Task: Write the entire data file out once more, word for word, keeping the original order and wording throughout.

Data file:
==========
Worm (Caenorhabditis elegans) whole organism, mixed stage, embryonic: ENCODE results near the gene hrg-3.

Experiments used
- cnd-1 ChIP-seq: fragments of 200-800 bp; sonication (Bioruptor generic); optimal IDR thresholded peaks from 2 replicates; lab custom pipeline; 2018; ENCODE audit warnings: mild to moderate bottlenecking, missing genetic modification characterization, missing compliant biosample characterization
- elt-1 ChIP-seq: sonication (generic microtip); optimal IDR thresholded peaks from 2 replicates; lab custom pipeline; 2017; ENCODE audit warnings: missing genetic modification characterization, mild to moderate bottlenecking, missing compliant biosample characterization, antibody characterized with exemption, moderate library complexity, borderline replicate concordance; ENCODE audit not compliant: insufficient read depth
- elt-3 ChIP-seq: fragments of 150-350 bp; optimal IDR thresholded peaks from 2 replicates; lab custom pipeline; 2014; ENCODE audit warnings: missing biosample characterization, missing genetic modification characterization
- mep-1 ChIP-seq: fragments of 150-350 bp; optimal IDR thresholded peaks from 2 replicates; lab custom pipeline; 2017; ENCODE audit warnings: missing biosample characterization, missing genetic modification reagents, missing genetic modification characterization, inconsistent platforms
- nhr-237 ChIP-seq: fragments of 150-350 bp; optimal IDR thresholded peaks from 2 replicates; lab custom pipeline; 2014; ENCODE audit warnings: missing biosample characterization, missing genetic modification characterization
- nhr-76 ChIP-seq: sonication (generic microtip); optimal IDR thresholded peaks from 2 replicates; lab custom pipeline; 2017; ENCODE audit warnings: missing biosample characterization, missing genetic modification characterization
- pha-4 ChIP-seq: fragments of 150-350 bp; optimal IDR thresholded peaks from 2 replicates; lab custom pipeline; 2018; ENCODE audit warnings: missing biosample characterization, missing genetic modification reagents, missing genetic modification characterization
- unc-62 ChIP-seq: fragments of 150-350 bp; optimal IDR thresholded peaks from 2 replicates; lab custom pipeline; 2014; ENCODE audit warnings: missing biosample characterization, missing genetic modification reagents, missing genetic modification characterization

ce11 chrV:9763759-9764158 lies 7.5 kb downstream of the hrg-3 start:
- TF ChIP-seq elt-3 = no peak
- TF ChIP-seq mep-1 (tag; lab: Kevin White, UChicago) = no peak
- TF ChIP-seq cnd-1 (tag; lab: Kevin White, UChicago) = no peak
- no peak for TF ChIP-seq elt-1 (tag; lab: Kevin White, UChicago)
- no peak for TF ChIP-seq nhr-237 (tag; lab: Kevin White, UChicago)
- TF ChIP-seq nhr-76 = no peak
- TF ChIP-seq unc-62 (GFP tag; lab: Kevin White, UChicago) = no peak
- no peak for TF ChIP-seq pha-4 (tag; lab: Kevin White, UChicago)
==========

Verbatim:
Worm (Caenorhabditis elegans) whole organism, mixed stage, embryonic: ENCODE results near the gene hrg-3.

Experiments used
- cnd-1 ChIP-seq: fragments of 200-800 bp; sonication (Bioruptor generic); optimal IDR thresholded peaks from 2 replicates; lab custom pipeline; 2018; ENCODE audit warnings: mild to moderate bottlenecking, missing genetic modification characterization, missing compliant biosample characterization
- elt-1 ChIP-seq: sonication (generic microtip); optimal IDR thresholded peaks from 2 replicates; lab custom pipeline; 2017; ENCODE audit warnings: missing genetic modification characterization, mild to moderate bottlenecking, missing compliant biosample characterization, antibody characterized with exemption, moderate library complexity, borderline replicate concordance; ENCODE audit not compliant: insufficient read depth
- elt-3 ChIP-seq: fragments of 150-350 bp; optimal IDR thresholded peaks from 2 replicates; lab custom pipeline; 2014; ENCODE audit warnings: missing biosample characterization, missing genetic modification characterization
- mep-1 ChIP-seq: fragments of 150-350 bp; optimal IDR thresholded peaks from 2 replicates; lab custom pipeline; 2017; ENCODE audit warnings: missing biosample characterization, missing genetic modification reagents, missing genetic modification characterization, inconsistent platforms
- nhr-237 ChIP-seq: fragments of 150-350 bp; optimal IDR thresholded peaks from 2 replicates; lab custom pipeline; 2014; ENCODE audit warnings: missing biosample characterization, missing genetic modification characterization
- nhr-76 ChIP-seq: sonication (generic microtip); optimal IDR thresholded peaks from 2 replicates; lab custom pipeline; 2017; ENCODE audit warnings: missing biosample characterization, missing genetic modification characterization
- pha-4 ChIP-seq: fragments of 150-350 bp; optimal IDR thresholded peaks from 2 replicates; lab custom pipeline; 2018; ENCODE audit warnings: missing biosample characterization, missing genetic modification reagents, missing genetic modification characterization
- unc-62 ChIP-seq: fragments of 150-350 bp; optimal IDR thresholded peaks from 2 replicates; lab custom pipeline; 2014; ENCODE audit warnings: missing biosample characterization, missing genetic modification reagents, missing genetic modification characterization

ce11 chrV:9763759-9764158 lies 7.5 kb downstream of the hrg-3 start:
- TF ChIP-seq elt-3 = no peak
- TF ChIP-seq mep-1 (tag; lab: Kevin White, UChicago) = no peak
- TF ChIP-seq cnd-1 (tag; lab: Kevin White, UChicago) = no peak
- no peak for TF ChIP-seq elt-1 (tag; lab: Kevin White, UChicago)
- no peak for TF ChIP-seq nhr-237 (tag; lab: Kevin White, UChicago)
- TF ChIP-seq nhr-76 = no peak
- TF ChIP-seq unc-62 (GFP tag; lab: Kevin White, UChicago) = no peak
- no peak for TF ChIP-seq pha-4 (tag; lab: Kevin White, UChicago)